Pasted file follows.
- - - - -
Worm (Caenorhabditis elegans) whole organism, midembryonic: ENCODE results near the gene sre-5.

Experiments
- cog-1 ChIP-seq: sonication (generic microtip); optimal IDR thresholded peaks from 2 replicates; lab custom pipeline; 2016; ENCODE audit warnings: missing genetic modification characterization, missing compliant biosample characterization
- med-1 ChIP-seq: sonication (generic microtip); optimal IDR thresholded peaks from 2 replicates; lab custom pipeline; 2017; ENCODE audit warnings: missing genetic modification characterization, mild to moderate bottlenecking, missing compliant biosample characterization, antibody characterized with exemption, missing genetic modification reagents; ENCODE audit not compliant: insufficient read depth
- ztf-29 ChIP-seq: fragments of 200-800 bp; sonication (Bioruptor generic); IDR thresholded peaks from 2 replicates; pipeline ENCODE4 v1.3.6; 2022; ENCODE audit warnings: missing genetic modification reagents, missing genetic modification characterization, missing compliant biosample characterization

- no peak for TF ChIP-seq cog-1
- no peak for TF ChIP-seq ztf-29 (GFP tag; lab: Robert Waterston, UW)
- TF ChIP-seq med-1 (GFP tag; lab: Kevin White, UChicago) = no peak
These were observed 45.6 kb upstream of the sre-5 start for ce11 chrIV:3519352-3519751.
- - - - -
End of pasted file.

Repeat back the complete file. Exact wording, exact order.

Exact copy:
Worm (Caenorhabditis elegans) whole organism, midembryonic: ENCODE results near the gene sre-5.

Experiments
- cog-1 ChIP-seq: sonication (generic microtip); optimal IDR thresholded peaks from 2 replicates; lab custom pipeline; 2016; ENCODE audit warnings: missing genetic modification characterization, missing compliant biosample characterization
- med-1 ChIP-seq: sonication (generic microtip); optimal IDR thresholded peaks from 2 replicates; lab custom pipeline; 2017; ENCODE audit warnings: missing genetic modification characterization, mild to moderate bottlenecking, missing compliant biosample characterization, antibody characterized with exemption, missing genetic modification reagents; ENCODE audit not compliant: insufficient read depth
- ztf-29 ChIP-seq: fragments of 200-800 bp; sonication (Bioruptor generic); IDR thresholded peaks from 2 replicates; pipeline ENCODE4 v1.3.6; 2022; ENCODE audit warnings: missing genetic modification reagents, missing genetic modification characterization, missing compliant biosample characterization

- no peak for TF ChIP-seq cog-1
- no peak for TF ChIP-seq ztf-29 (GFP tag; lab: Robert Waterston, UW)
- TF ChIP-seq med-1 (GFP tag; lab: Kevin White, UChicago) = no peak
These were observed 45.6 kb upstream of the sre-5 start for ce11 chrIV:3519352-3519751.